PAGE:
Plans for a new Diagnostic Centre at the James Paget University Hospital (JPUH) in Great Yarmouth have been set in motion following a significant investment from the Department of Health and Social Care.
Commissioned by The NHS Norfolk and Waveney Integrated Care System and designed by LSI Architects, the new centre will provide the hospital with the capacity to diagnose disease quicker, particularly cancer, and in turn reduce NHS waiting lists which have only grown since the Covid-19 pandemic.
The James Paget Hospital is one of Norfolk’s three acute hospital sites to benefit from a new diagnostic centre, the other two being Norfolk and Norwich University Hospital (NNUH) and Queen Elizabeth Hospital (QEH) in Kings Lynn. The £85.9M invested makes this the largest capital investment from the Department of Health and Social Care that the region has seen for over 20 years.
LSI is also responsible for the design of the new diagnostic centre at the Queen Elizabeth Hospital site.
Each centre is set to be equipped with state-of-the-art imaging equipment, including MRI and CT scanners, x-rays and ultrasound machines. Once open the centres will be set to deliver more than 281,000 tests, scans, and checks to patients in Norfolk.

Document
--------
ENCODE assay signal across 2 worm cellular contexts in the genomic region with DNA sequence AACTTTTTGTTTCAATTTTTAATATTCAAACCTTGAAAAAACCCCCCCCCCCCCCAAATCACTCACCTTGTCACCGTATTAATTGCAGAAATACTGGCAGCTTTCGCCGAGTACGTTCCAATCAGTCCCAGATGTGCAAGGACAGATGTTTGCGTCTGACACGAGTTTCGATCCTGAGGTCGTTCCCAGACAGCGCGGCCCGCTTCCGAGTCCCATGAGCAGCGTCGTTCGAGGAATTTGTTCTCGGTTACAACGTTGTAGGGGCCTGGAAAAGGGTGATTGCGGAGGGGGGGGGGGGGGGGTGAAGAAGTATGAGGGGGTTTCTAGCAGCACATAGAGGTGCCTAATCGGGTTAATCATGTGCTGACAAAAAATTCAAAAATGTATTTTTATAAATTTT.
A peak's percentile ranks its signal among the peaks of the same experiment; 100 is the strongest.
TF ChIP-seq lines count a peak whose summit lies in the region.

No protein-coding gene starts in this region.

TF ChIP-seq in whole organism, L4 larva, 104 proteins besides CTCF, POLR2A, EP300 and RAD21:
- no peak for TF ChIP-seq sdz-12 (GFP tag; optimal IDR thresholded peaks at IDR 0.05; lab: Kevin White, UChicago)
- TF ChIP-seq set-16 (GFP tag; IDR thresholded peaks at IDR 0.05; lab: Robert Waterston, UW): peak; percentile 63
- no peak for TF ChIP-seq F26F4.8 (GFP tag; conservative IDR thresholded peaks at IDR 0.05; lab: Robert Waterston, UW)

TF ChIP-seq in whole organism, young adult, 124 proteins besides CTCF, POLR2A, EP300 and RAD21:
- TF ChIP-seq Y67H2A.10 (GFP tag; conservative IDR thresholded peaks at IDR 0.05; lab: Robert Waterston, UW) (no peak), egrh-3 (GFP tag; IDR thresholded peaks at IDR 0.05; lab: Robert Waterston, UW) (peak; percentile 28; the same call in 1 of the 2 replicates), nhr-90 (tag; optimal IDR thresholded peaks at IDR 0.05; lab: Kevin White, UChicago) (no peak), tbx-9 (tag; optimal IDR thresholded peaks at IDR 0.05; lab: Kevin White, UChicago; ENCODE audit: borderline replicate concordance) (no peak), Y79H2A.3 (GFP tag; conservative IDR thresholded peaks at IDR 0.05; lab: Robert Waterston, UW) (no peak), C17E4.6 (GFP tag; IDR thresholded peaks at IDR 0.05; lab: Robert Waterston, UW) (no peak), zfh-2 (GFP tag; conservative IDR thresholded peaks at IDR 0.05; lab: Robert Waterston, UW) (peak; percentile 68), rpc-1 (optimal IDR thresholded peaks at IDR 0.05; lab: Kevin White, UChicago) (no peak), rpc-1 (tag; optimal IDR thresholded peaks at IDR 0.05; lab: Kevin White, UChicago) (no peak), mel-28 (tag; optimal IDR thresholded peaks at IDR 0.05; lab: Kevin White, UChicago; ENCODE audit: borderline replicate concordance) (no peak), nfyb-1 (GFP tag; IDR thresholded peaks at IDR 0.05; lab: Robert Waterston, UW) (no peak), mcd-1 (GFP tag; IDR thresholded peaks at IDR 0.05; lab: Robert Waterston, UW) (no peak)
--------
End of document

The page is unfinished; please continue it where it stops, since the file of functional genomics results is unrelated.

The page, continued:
The functional content of both centres is similar, and so each of the centres will be two storey buildings with the ground floor of each dedicated to scanning equipment and associated facilities. The first floor of each is dedicated to the extensive mechanical requirements of a Diagnostic Centre.
Both buildings are to be clad in a buff brick and feature a covered entrance area and brick colonnade over two-stories, as well as a recessed brick reveal detail. The massing steps back at the top story which accommodates the smaller plantroom area which makes the Diagnostic Centre building primarily single storey in appearance, so as to be in keeping with the context of the two hospital sites.
Both buildings have been designed to achieve Net Zero Carbon in operation and BREEAM Excellent, supporting the local and national estates strategies aspirations of becoming net zero carbon.
The addition of the new centres throughout Norfolk are set to have a positive impact on cancer outcomes, as well as improved patient experience through earlier treatment.